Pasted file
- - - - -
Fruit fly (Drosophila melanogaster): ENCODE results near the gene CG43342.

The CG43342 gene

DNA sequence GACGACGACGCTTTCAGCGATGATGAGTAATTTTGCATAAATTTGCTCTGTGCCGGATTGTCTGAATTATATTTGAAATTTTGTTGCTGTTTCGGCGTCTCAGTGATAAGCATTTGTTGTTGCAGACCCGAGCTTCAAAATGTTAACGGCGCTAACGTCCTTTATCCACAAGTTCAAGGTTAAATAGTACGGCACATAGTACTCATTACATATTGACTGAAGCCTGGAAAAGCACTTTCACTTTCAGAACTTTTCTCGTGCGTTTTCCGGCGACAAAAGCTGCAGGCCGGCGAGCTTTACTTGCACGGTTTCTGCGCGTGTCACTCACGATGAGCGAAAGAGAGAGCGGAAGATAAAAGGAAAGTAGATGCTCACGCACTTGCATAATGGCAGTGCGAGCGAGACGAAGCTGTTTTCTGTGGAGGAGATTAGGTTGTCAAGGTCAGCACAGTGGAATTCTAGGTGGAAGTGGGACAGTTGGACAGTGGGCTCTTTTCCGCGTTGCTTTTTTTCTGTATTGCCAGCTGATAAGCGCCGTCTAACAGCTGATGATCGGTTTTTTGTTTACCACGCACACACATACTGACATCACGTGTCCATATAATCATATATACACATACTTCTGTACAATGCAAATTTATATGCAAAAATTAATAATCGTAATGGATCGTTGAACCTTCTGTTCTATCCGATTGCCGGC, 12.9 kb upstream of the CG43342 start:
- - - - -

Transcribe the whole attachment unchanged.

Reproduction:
Fruit fly (Drosophila melanogaster): ENCODE results near the gene CG43342.

The CG43342 gene

DNA sequence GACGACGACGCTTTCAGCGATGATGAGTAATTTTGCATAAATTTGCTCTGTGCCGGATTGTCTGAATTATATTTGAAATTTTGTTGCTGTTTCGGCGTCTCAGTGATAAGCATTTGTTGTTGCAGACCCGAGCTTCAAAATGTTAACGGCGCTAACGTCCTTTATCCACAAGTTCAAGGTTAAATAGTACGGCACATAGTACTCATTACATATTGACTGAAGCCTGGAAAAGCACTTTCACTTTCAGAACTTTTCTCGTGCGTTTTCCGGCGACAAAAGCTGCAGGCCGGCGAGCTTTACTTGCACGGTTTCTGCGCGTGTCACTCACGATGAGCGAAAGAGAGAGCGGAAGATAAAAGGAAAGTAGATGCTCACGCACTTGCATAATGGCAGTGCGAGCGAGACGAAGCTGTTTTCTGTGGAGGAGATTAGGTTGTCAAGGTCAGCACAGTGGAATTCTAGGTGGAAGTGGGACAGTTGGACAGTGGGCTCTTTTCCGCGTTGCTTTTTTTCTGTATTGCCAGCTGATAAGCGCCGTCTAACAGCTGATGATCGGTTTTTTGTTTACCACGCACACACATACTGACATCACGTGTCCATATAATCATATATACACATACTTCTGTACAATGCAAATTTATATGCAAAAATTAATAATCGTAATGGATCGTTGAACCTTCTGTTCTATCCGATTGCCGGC, 12.9 kb upstream of the CG43342 start: